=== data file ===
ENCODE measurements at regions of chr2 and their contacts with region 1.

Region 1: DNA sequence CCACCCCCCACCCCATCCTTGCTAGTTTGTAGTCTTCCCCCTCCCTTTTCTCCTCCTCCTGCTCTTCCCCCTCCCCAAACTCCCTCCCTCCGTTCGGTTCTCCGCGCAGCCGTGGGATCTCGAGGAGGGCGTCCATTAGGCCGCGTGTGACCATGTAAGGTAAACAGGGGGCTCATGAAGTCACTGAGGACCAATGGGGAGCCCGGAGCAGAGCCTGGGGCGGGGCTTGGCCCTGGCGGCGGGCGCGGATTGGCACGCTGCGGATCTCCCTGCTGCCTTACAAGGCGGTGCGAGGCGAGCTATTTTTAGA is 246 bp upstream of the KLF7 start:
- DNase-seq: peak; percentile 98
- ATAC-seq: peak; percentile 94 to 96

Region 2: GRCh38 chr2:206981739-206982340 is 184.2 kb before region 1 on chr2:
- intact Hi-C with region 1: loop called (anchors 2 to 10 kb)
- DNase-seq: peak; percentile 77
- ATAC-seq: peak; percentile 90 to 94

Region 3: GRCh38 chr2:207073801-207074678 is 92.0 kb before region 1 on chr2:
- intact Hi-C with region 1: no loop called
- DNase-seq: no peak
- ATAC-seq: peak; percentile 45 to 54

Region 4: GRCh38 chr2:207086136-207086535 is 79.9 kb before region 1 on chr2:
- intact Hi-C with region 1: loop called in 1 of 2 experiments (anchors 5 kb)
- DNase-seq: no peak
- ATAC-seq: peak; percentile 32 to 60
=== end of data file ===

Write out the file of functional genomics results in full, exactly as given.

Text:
ENCODE measurements at regions of chr2 and their contacts with region 1.

Region 1: DNA sequence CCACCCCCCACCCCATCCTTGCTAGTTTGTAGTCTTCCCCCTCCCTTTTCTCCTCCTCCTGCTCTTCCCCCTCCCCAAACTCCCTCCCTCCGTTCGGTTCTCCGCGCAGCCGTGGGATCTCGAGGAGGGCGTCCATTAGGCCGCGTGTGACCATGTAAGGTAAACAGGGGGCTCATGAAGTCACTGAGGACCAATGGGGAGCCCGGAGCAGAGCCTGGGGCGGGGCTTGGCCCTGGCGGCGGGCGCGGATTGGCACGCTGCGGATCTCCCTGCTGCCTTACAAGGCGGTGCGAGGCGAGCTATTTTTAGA is 246 bp upstream of the KLF7 start:
- DNase-seq: peak; percentile 98
- ATAC-seq: peak; percentile 94 to 96

Region 2: GRCh38 chr2:206981739-206982340 is 184.2 kb before region 1 on chr2:
- intact Hi-C with region 1: loop called (anchors 2 to 10 kb)
- DNase-seq: peak; percentile 77
- ATAC-seq: peak; percentile 90 to 94

Region 3: GRCh38 chr2:207073801-207074678 is 92.0 kb before region 1 on chr2:
- intact Hi-C with region 1: no loop called
- DNase-seq: no peak
- ATAC-seq: peak; percentile 45 to 54

Region 4: GRCh38 chr2:207086136-207086535 is 79.9 kb before region 1 on chr2:
- intact Hi-C with region 1: loop called in 1 of 2 experiments (anchors 5 kb)
- DNase-seq: no peak
- ATAC-seq: peak; percentile 32 to 60